Dem Gov. O’Malley draws Christie into war of words over handling of state employees

Jon Ward Contributor
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Chris Christie has a new political antagonist.

A spat between the Republican New Jersey governor and Maryland Gov. Martin O’Malley, a Democrat long thought to have designs on national office, spilled onto the national stage Friday.

O’Malley issued a statement through the Democratic Governors Association, of which he is the chairman, attacking Christie for having “avoided the tough choices all governors face” regarding severe budget shortfalls.

O’Malley said Christie has been “resorting to fiscal gimmicks like skipping pension payments, and putting New Jersey at a disadvantage for creating jobs and opportunity,” and said his own record was one of “making the tough fiscal decisions to make government smaller and smarter, so that we create jobs and improve our schools.”

Christie spokesman Mike Drewniak responded swiftly to The Daily Caller.

“Oh, I see. First O’Malley was just spouting off as a governor in another state who caves to special interests. Today, he’s spouting off as chairman of a partisan group which caves to special interests,” Drewniak said. “That says it all.”

The DGA statement said O’Malley, who was reelected to a second term in the Old Line State last fall, was responding to comments by Christie on the Fox Business Network on Thursday.

And Christie’s comments on Fox Thursday, it turns out, were in response to criticisms from O’Malley all the way back on Jan. 21. The Maryland Democrat’s appearance on WTOP radio appears to be where the escalating war of words originated.

In the WTOP interview, O’Malley said that Christie “delights in being abusive towards public employees.”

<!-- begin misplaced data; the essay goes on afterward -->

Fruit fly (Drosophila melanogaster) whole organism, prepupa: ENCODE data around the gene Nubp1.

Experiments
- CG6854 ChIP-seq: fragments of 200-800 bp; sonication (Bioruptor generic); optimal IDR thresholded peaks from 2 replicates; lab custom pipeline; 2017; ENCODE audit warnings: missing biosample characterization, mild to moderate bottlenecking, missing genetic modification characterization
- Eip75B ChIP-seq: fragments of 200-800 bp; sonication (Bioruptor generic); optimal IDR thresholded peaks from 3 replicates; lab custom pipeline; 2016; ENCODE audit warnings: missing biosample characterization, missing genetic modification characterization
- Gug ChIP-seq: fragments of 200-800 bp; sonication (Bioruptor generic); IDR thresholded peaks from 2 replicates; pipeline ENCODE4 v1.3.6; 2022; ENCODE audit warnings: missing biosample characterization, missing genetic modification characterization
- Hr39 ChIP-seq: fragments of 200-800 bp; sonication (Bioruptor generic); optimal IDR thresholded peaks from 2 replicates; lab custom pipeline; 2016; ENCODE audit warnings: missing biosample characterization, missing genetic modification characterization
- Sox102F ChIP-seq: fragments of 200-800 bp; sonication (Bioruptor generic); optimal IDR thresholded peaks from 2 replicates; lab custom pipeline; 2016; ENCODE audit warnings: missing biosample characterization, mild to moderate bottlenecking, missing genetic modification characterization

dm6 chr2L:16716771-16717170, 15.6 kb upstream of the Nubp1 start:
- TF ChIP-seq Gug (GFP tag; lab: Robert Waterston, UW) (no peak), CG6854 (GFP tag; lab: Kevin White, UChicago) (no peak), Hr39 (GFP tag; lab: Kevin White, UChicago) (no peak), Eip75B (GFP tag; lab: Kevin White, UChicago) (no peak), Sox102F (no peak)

Christie has been more confrontational than any other politician on the national stage in confronting public employee unions and in rejecting demands that the pension and health care benefits they have been promised by past governors are not sustainable in light of the state’s massive deficits.

And the blunt way with which Christie has done so has upset many in the labor movement and on the left. But Christie has also been a pivotal figure in what has unquestionably been a public shift – among liberals as well as conservatives – in favor of questioning the level of taxpayer-funded benefits for government employees.

But O’Malley said on Jan. 21 that Christie has been “acting like all of the world’s problems are caused by the people that pick up our trash and work in public employee jobs.”

“Some of your more ideologically hardcore right-wing governors … are trying to take advantage of this time for their own ideological game, I suppose,” O’Malley added.

Christie was apparently asked about O’Malley’s comments nearly two weeks later on Thursday, and didn’t hold back in his response.

“I heard that pabulum Governor O’Malley was spewing down in Maryland,” Christie said. “He doesn’t know what he is talking about. Come to New Jersey and listen to what I am saying rather than listening to his Democratic consultants.”

“We are shining a bright light on what these things cost, and they cost a lot of money. Governor O’Malley calls that picking on public sector workers. I call that telling the people who are paying the bills the truth and not kissing up to every special interest you want to have on your side to get electoral success,” he said.

That led to O’Malley’s response Friday using his elevated platform, and expanded e-mail distribution list, as head of the DGA.

“Even in the face of this global economic recession and nearly $6.6 billion in cuts to state spending, Maryland has increased funding for our schools, which are ranked #1 in the nation, and held down college tuition for 4-straight years,” O’Malley boasted.

However, tuition at Maryland’s public colleges and universities is rising by three percent this year for the second year in a row.

And Christie has had to make some obviously difficult choices in balancing an $11 billion budget deficit in his first year.

But he and O’Malley are both cutting their current year budgets and are also both in the middle of trying to make changes to public employee benefit payouts. While Christie’s approach is generally considered to be more aggressive in style and substance, O’Malley is asking more in terms of contributions from both current and new state employees.

O’Malley’s missives, then, appear aimed more at drawing a stylistic contrast and at drafting a bit on Christie’s profile to gain some national press of his own. In other words, he’s punching up.

Drewniak said the Christie administration was “very comfortable with this administration’s path of fiscal responsibility and of refusing to cave to special interests. No amount of disinformation and distortion about that record from Governor O’Malley will change our course.”

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